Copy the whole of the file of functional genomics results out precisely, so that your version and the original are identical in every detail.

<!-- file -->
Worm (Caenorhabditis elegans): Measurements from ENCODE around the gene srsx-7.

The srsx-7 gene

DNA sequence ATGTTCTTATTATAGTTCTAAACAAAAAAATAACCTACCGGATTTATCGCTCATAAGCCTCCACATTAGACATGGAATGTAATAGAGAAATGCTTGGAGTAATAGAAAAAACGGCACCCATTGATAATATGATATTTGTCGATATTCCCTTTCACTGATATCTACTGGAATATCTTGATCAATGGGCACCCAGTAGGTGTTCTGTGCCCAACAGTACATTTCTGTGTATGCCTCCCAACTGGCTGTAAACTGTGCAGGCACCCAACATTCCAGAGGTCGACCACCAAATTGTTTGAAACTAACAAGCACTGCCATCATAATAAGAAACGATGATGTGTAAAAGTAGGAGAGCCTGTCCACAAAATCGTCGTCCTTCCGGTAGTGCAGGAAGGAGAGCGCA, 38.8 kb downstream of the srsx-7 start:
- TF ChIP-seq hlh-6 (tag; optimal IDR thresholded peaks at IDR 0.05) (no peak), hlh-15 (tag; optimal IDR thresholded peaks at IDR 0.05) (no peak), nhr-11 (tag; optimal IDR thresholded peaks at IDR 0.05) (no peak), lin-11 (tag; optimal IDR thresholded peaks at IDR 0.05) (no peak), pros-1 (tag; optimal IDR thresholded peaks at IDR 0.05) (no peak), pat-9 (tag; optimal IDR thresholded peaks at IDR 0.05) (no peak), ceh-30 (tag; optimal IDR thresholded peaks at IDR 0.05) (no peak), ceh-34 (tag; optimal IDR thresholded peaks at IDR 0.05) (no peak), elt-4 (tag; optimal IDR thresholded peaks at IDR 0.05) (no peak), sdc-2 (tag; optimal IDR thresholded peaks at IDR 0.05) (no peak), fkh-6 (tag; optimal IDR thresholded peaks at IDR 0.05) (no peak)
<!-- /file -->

Worm (Caenorhabditis elegans): Measurements from ENCODE around the gene srsx-7.

The srsx-7 gene

DNA sequence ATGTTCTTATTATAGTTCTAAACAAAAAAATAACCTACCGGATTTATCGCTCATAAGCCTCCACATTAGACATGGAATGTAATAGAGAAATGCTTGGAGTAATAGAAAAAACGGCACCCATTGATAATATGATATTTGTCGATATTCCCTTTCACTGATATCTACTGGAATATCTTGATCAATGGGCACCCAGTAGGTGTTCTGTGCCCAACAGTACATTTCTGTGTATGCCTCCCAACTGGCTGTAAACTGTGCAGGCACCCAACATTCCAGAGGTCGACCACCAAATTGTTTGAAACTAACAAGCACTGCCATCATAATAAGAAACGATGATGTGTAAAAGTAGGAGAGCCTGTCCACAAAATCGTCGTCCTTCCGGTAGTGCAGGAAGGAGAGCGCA, 38.8 kb downstream of the srsx-7 start:
- TF ChIP-seq hlh-6 (tag; optimal IDR thresholded peaks at IDR 0.05) (no peak), hlh-15 (tag; optimal IDR thresholded peaks at IDR 0.05) (no peak), nhr-11 (tag; optimal IDR thresholded peaks at IDR 0.05) (no peak), lin-11 (tag; optimal IDR thresholded peaks at IDR 0.05) (no peak), pros-1 (tag; optimal IDR thresholded peaks at IDR 0.05) (no peak), pat-9 (tag; optimal IDR thresholded peaks at IDR 0.05) (no peak), ceh-30 (tag; optimal IDR thresholded peaks at IDR 0.05) (no peak), ceh-34 (tag; optimal IDR thresholded peaks at IDR 0.05) (no peak), elt-4 (tag; optimal IDR thresholded peaks at IDR 0.05) (no peak), sdc-2 (tag; optimal IDR thresholded peaks at IDR 0.05) (no peak), fkh-6 (tag; optimal IDR thresholded peaks at IDR 0.05) (no peak)